The receiver isn't really getting DD+ or TrueHD, it's just receiving an analogue signal. It has no idea where the analogue signal came from or what it was before.

Also, instead of labeling the 8-channel analogue connections as 4xRear, it's more accurate to think of it as 2xSide and 2xRear.

8-channel analogue inputs are still the rarity. Most of the time you'll see 6-channel (5.1) analogue connections on players and receivers.
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If you have a receiver with HDMI input (almost all receicers that are now on the market) and a hd-dvd player/BR-player with an internal DD+ and TrueHD decoder than you ALWAYS can get DD+ and TrueHD by connecting the player via a HDMI cable to the receiver.

Out of all the receivers on the market, very few have HDMI connections. Also, the receiver isn't really getting DD+ or TrueHD via HDMI, it's just receiving a linear PCM signal. I has no idea what the PCM signal was previously.
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The player has done the decoding so I assume that the signal is analog than?

Decoding means that the compressed signal is unpacked or uncompressed (to PCM), like unzipping a file. It has nothing to do with conversion to analogue. D-to-A conversion is a completely separate step. The signal being sent via HDMI is still 100% digital.
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greetings and again sorry for the English.

Not to worry; your English is perfect.

Best,
Sanjay

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post #154 of 3041 Old 11-08-2006, 12:46 PM - Thread Starter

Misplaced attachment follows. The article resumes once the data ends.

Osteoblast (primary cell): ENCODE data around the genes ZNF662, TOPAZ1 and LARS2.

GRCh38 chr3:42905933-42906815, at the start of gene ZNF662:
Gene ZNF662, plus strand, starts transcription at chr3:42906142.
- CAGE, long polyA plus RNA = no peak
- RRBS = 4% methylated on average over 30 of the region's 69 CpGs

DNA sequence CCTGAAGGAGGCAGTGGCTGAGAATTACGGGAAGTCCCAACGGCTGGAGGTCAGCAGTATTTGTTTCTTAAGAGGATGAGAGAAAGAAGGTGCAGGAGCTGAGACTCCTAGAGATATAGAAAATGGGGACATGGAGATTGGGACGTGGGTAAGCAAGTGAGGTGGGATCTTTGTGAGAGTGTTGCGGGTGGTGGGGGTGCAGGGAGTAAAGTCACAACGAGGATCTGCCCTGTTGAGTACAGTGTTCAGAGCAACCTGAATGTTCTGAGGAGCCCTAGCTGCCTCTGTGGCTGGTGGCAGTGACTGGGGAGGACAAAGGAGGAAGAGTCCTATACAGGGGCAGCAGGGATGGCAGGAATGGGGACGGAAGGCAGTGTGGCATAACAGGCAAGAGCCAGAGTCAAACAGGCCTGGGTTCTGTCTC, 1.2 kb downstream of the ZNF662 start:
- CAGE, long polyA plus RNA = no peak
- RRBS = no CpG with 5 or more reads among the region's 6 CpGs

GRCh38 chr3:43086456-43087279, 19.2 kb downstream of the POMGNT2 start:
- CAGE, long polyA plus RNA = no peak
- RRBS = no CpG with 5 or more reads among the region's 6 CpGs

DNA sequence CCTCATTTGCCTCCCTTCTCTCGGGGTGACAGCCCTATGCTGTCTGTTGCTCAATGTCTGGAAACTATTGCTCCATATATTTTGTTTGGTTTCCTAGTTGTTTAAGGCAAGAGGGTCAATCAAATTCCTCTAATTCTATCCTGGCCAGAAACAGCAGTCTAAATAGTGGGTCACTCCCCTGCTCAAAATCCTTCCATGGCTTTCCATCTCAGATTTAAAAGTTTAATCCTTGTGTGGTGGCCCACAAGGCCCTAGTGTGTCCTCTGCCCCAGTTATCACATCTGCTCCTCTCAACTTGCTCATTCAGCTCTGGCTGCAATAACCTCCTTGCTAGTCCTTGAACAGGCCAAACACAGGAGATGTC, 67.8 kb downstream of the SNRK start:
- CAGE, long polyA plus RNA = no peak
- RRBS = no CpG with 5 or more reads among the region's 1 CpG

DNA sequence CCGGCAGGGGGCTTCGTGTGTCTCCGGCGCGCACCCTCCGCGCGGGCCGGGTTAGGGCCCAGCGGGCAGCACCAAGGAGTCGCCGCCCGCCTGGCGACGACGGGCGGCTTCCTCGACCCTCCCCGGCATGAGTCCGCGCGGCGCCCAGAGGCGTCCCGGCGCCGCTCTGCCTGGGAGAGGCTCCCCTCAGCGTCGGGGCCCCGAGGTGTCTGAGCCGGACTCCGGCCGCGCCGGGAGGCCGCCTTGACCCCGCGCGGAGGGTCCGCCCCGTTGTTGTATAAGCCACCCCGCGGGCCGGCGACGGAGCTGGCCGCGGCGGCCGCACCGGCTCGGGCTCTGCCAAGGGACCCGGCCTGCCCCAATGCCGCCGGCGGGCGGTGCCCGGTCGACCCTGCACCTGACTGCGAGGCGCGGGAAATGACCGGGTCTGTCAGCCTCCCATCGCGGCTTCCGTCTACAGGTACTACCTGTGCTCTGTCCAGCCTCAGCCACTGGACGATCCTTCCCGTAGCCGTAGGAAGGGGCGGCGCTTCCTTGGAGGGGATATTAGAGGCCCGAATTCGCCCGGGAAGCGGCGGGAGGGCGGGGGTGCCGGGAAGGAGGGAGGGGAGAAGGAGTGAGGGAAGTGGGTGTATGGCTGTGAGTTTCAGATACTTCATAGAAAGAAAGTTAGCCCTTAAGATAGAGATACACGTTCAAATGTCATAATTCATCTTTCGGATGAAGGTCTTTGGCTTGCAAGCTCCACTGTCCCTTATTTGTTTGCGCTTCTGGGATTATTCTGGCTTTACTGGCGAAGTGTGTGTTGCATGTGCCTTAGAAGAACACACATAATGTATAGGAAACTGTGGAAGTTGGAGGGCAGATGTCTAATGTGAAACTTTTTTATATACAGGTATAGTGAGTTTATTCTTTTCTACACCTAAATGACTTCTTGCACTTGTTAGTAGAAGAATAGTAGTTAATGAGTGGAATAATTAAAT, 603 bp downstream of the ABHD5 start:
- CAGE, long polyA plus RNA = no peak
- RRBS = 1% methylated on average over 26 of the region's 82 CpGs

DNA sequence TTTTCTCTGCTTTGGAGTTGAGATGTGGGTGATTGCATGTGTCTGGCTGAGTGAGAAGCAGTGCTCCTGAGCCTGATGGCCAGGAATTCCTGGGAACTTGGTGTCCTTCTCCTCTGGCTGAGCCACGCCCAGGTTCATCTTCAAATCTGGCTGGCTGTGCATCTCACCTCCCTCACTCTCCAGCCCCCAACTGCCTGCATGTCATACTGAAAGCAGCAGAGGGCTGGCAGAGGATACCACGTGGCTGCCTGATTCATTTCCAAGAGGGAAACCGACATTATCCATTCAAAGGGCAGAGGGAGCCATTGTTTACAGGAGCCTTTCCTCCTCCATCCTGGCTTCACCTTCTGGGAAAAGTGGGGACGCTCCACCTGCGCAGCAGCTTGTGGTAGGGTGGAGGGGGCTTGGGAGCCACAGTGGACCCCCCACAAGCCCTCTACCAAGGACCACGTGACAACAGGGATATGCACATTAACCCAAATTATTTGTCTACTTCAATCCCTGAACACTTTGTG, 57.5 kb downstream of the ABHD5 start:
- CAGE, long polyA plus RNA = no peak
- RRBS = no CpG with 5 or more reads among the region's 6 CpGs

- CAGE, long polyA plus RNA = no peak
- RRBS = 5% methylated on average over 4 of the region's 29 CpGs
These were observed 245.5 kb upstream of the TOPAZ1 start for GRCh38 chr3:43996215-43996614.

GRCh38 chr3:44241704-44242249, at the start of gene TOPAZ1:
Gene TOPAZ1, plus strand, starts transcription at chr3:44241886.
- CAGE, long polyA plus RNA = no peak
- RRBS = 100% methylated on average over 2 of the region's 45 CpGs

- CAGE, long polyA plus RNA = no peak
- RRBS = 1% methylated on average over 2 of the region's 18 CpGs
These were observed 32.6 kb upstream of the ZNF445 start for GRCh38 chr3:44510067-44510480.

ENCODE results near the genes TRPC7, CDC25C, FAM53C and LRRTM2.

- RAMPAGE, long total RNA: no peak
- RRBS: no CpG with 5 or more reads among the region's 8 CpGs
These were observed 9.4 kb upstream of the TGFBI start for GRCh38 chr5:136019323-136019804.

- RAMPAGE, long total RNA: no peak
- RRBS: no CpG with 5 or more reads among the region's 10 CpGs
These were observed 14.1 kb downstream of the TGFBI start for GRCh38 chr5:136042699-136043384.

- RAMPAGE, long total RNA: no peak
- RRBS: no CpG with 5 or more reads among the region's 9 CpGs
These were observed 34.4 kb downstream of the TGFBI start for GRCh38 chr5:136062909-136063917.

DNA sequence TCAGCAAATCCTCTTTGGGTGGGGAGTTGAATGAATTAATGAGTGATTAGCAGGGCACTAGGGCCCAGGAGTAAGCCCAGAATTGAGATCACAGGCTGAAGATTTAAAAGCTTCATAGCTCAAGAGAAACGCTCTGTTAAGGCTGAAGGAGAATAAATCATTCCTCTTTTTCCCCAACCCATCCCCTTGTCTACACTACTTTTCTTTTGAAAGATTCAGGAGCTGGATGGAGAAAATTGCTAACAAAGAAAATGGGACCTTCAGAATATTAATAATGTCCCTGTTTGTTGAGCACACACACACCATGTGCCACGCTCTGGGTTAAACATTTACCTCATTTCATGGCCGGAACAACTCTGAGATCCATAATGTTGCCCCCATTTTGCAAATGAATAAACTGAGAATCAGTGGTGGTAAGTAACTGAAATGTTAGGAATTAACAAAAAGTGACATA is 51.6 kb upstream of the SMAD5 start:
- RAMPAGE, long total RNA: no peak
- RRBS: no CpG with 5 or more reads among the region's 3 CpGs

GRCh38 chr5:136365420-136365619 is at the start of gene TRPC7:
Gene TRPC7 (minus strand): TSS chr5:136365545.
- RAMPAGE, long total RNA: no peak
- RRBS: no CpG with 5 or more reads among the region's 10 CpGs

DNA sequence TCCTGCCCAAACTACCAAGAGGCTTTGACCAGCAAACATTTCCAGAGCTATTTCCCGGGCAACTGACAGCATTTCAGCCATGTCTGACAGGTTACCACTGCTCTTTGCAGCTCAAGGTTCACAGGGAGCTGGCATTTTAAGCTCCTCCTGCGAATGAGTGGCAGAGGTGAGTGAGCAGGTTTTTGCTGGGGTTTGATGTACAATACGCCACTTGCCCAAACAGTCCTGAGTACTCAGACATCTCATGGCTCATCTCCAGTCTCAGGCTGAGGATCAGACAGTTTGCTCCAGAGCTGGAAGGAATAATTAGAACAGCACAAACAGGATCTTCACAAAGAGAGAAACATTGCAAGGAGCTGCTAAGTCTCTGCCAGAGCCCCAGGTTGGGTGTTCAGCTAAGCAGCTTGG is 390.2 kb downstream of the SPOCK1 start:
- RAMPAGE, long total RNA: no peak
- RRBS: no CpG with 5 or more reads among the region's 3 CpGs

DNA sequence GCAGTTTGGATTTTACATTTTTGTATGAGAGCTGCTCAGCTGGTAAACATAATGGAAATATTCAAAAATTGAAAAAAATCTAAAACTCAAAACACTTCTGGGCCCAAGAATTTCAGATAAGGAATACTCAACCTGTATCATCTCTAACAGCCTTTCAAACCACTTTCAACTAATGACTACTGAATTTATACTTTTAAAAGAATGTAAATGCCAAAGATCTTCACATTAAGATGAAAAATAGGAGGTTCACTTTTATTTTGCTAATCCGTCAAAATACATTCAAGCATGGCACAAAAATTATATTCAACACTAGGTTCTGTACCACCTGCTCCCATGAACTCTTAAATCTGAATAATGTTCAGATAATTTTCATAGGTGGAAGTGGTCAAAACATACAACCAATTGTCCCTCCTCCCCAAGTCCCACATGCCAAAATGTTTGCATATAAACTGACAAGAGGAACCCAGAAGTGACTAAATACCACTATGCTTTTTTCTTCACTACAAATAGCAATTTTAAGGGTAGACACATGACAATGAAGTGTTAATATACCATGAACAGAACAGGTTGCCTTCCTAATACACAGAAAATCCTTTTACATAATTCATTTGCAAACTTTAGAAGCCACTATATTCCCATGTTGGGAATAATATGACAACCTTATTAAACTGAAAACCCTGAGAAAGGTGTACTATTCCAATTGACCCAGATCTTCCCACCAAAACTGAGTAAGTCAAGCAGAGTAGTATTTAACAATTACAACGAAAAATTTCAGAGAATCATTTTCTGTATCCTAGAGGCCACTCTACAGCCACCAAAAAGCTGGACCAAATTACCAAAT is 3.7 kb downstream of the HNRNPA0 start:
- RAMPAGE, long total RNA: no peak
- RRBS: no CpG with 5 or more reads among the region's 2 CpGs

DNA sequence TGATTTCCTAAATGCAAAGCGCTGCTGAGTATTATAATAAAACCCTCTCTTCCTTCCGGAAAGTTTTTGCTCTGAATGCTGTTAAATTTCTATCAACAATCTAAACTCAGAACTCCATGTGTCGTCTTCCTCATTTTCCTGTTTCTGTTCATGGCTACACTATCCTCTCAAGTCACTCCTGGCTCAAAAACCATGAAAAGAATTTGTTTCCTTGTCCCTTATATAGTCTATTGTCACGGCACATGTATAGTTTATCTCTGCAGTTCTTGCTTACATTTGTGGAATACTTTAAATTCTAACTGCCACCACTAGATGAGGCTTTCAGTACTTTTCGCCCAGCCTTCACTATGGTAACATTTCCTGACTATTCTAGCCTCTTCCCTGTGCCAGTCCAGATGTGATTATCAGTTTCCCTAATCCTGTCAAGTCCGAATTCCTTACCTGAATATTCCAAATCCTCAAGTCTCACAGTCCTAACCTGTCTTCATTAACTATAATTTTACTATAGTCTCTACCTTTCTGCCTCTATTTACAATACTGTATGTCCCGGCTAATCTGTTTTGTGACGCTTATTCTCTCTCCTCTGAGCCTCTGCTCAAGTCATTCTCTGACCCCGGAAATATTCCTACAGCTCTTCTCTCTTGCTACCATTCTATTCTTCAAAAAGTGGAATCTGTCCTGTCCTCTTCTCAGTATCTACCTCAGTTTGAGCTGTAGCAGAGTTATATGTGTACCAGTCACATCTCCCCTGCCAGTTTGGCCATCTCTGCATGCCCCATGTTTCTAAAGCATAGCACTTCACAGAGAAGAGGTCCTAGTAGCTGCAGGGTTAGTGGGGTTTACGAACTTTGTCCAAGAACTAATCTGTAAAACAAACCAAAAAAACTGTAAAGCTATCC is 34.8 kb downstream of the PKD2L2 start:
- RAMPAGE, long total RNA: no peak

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Quote:
Originally Posted by sdurani View Post

The receiver isn't really getting DD+ or TrueHD, it's just receiving an analogue signal. It has no idea where the analogue signal came from or what it was before.

Minor correction, but I'm sure it just slipped through on accident (you know your stuff).

It isn't receiving an analog signal, it's receiving a digital signal that's encoded in an uncompressed form. As you say later, DD+ or TrueHD are liked a .zip file. The player "unzips" these formats into the "raw file", PCM, and sends it to the receiver. The receiver doesn't know it used to be a ".zip file", it just receives the "raw file" and uses it. Great analogy, btw.

PCM is completely digital, but it represents an analog signal. It is sort of like a screenshot of an analog signal.

On a side note, from what I've read, Linear PCM, or LPCM is the name used to differentiate between the broad topic of PCM, and PCM standards designed for audio - the only difference being that LPCM carries multiple channels (or multiple representations of analog signals).
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post #155 of 3041 Old 11-09-2006, 04:26 AM
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so can I make the final conclusion that if I buy a high end (high quality) HD-DVD/BR player in the future that has internal decoding and a 7.1 output and connect it to my high end Denon A1-SR receiver to the 7.1 input, I get the same result as someone that buys a new receiver next year with HDMI 1.3 and al capable internal decoders for the new audio standards DD+, TrueHD and DTS-HD?
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post #156 of 3041 Old 11-09-2006, 05:23 AM
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Quote:
Originally Posted by Lindahl View Post

Minor correction, but I'm sure it just slipped through on accident (you know your stuff).

It isn't receiving an analog signal, it's receiving a digital signal that's encoded in an uncompressed form.

I think with that bit Sanjay was referring to the 7.1 analogue inputs

Boo!
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post #157 of 3041 Old 11-09-2006, 08:12 AM - Thread Starter
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Quote:
Originally Posted by SiriuslyCold View Post

I think with that bit Sanjay was referring to the 7.1 analogue inputs